Eng v Ind Kuldeep Yadav

Published on August 12th, 2018 | by Arunabha Sengupta

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Lord’s Test: The way Kuldeep Yadav was used leaves a lot to be desired

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“Spinners have to be given at least 10-15 overs to create an impression” : Harbhajan Singh

9 expensive overs costing 44 runs … in three tiny spells.

The left-arm wrist-spinner who tied the English batsmen into complex knots during the T20I series, and picked as a rather surprising choice in the team for the second Test match at Lord’s, spent one of the most fruitless days on the field.

Not only was he taken for runs, some of the balls he bowled, like the waist-high full-toss to the new batsman at the crease Sam Curran, made an already easy task even easier for England.

A nightmarish day indeed, and one that will do very little to help his confidence.

Additionally, the way Kuldeep was used today reflected quite poorly on the thought process of the Indian team management and also on the captain Virat Kohli.

Firstly, he was brought on early enough, in the 12th over. The Ravichandran Ashwin trick that had worked twice on Alastair Cook, was not tried again, for reasons as unknown as most of the decision making by the Indians in this Test match.

Besides, Kuldeep could have been the surprise package of the team, but he is still a rookie in the Test game. Putting him on to bowl before the accomplished and the genuinely great bowler was surprising to say the least.

Kuldeep started with three fielders close to the bat. A common-enough ploy in the subcontinent, but somewhat over-optimistic at Lord’s on a grassy wicket. The result was quite expected. A couple of poor balls, expected with a wrist-spinner getting into the groove, and the lack of protection around the field resulting in two boundaries.

Gone was the refreshing confidence which had been the hallmark of Kuldeep’s bowling in white ball cricket. By the second over, there were flatter deliveries and even a nervous full toss. This was followed by another boundary.

But the young man did make an effort to come back into his own. He started tossing them up, mixing his variations. And even beat the bat a couple of times.

And then, as soon as he had been introduced, he was taken off.

Four overs. That was all he got … before he was reintroduced 25 overs later. A rather long gap.

Once again, he was hit for two boundaries, and the youngster was taken off yet again, and banished to patrol the country.

By tea break, there had been just 6 overs by Kuldeep and 7 by Ashwin. Which made the decision to go in with two spinners even more surprising.

Harbhajan’s reaction

Former Indian off-spinning ace Harbhajan Singh was quite vocal in his criticism when this writer met up with him during the post-Tea session. “How has Kuldeep bowled? I will rather ask did he bowl at all? The spinners have to be given at least 10-15 overs to create an impression. He has bowled 6 overs till now, that too in two spells.”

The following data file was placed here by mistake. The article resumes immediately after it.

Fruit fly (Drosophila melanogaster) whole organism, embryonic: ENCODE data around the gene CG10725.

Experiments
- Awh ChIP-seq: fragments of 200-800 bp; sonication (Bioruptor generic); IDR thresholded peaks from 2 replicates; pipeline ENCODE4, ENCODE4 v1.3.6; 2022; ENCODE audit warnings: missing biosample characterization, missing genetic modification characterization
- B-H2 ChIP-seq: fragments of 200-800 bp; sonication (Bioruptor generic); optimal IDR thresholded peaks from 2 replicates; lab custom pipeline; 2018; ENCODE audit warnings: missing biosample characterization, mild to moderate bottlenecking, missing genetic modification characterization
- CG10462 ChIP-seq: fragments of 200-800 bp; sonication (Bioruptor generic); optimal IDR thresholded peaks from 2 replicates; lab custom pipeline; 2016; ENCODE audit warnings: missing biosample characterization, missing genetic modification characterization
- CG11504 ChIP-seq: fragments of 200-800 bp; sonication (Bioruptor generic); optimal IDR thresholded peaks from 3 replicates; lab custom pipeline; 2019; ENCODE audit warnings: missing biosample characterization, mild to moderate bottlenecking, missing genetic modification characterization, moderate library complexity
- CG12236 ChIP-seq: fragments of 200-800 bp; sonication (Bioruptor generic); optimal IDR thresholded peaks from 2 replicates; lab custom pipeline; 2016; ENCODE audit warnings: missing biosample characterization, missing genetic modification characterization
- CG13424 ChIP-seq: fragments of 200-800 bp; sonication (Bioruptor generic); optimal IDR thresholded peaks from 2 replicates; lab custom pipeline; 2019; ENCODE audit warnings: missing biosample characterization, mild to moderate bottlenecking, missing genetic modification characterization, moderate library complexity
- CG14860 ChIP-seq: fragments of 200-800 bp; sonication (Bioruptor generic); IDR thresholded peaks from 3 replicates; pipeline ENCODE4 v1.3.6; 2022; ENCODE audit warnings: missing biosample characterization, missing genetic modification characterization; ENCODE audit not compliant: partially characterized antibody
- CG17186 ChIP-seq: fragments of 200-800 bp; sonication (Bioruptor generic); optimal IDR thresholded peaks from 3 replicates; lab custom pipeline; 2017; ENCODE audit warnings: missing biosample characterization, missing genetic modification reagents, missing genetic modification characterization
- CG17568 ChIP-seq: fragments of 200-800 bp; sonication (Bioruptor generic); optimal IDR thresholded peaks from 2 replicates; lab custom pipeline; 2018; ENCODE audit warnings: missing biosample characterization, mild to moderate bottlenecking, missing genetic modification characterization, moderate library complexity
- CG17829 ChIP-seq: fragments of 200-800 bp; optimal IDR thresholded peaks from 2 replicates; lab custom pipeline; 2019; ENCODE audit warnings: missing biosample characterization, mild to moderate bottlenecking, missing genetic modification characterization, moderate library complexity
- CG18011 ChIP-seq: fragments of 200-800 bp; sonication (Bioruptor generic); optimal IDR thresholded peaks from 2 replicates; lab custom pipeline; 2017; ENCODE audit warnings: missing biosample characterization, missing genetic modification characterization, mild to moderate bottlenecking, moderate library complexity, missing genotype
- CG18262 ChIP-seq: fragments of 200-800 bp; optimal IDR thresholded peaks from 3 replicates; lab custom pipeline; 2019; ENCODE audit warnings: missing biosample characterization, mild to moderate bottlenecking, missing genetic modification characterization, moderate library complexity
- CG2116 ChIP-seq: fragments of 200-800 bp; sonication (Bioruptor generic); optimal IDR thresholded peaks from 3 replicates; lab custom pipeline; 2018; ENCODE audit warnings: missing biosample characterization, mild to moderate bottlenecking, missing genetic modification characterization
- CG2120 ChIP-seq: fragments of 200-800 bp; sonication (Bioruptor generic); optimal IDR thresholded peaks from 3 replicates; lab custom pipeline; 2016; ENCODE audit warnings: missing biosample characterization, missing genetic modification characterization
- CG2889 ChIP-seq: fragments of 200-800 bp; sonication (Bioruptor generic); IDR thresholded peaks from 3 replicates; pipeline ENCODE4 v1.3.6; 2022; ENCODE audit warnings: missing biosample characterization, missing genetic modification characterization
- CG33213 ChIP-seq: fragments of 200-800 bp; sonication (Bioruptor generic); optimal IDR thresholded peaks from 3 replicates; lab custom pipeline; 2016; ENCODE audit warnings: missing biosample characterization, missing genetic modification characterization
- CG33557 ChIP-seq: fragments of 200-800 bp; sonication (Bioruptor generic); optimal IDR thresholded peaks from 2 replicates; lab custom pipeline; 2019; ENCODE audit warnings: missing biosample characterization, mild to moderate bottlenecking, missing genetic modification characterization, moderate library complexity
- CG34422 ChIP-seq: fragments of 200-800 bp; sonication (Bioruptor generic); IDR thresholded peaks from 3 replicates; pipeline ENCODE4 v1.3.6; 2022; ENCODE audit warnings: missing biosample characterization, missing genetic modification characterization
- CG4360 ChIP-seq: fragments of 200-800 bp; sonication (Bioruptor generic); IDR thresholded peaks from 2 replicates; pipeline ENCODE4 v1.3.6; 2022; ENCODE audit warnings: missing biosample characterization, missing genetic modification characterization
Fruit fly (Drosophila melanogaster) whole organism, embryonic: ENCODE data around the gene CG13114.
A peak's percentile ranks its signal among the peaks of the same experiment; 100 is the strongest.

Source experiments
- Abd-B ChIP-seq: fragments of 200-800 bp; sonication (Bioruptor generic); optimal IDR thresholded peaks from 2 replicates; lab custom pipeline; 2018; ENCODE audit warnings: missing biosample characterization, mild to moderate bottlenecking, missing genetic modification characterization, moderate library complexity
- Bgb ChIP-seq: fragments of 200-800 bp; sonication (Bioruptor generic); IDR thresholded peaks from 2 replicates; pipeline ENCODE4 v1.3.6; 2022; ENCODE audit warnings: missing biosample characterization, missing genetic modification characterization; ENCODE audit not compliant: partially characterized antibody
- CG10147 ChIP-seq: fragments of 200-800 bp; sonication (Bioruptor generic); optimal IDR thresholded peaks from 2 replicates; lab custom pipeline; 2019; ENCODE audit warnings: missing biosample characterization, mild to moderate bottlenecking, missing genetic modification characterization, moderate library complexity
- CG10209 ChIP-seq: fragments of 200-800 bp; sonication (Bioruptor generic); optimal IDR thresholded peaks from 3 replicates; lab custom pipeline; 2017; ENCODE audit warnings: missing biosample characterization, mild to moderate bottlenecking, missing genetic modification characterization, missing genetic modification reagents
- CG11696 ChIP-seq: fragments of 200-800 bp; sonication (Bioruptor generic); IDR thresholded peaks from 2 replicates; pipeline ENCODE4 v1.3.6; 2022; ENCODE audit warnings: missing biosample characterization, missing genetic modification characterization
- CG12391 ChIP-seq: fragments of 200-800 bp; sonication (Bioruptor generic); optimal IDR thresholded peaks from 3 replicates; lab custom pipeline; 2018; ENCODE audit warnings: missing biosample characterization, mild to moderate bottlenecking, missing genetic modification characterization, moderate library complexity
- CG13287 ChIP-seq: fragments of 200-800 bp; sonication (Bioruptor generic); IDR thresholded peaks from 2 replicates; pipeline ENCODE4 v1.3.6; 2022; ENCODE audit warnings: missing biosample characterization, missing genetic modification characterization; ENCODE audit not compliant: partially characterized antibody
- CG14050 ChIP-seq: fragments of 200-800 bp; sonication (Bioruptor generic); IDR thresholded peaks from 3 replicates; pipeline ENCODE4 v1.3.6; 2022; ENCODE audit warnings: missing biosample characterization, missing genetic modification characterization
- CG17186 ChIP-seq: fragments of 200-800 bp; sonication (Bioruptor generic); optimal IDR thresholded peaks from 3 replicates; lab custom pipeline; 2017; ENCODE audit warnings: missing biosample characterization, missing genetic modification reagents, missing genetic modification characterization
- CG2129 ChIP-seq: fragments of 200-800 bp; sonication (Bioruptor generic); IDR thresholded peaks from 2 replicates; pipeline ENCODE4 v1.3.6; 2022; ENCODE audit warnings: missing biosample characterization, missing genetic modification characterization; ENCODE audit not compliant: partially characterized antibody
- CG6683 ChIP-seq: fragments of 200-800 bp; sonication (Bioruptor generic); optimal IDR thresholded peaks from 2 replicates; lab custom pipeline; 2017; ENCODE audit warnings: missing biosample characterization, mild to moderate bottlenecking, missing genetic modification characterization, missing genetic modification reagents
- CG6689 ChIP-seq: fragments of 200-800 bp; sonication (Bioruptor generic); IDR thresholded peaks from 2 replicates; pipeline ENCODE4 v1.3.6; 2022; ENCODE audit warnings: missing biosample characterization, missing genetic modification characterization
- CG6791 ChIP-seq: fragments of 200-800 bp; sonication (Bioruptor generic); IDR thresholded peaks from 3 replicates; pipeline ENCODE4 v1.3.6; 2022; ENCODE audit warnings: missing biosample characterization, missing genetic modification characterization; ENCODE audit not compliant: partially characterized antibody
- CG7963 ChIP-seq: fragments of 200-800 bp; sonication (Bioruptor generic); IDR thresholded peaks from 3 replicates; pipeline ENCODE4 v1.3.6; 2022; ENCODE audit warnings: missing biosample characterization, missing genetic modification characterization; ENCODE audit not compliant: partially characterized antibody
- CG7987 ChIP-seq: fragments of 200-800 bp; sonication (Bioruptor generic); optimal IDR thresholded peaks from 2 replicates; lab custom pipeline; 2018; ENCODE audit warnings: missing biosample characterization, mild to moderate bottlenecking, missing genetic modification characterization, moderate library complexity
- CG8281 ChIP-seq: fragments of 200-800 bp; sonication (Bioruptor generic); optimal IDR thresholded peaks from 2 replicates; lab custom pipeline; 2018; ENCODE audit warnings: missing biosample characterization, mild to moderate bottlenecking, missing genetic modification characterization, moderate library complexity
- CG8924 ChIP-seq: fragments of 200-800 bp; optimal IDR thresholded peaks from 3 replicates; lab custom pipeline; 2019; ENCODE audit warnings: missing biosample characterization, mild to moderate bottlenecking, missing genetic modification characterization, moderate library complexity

In the long post-tea session, Kuldeep was brought back for 3 more overs before being taken off again. By then he was bowling a couple of boundary balls in each over.

Harbhajan was also critical about the fieldset when Kuldeep came into bowl for the first time.

“A spinner has to get into his groove before he can attack. For that one has to set a field to protect too many runs being taken from him from the very start. Kuldeep started bowling with three fieldsmen close to the bat. And he got hit for boundaries. That does not help the bowler.”

The former Indian offie also felt that there was no question that Ashwin should have bowled before Kuldeep. “He is a much senior bowler.”

The resulting figures of Kuldeep at the end of the day, 9-1-44-0, may have made a rather lasting dent on the psyche of the young spinner.

The role of the guiding hand of an astute captain cannot be overemphasised in the journey of a young spinner.  Not only in the way he is used, the fields he is given, but also in the steady flow of new ideas with which he can work on his tactics and methods.

Kuldeep struggled in the short spells he was given. Besides, used to batsmen attacking him in the shorter formats, he seemed to become clueless once Johnny Bairstow and Chris Woakes decided to combat the uncertainty of spin by going back and tapping the confusing deliveries back down the pitch. Once Kuldeep pitched up as a response, he was driven for runs. Not much help seemed to be at hand for the rookie spinner from either the skipper or the other senior pros in the team.

Ashwin’s 10 overs after tea notwithstanding, it was a rather curious day in the way the bowling resources were used by India. One cannot help but wonder about the thinking behind the entire process.

 

 

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About the Author

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Arunabha Sengupta is a cricket historian and the author of Sherlock Holmes and the Birth of The Ashes. He tweets @senantix.



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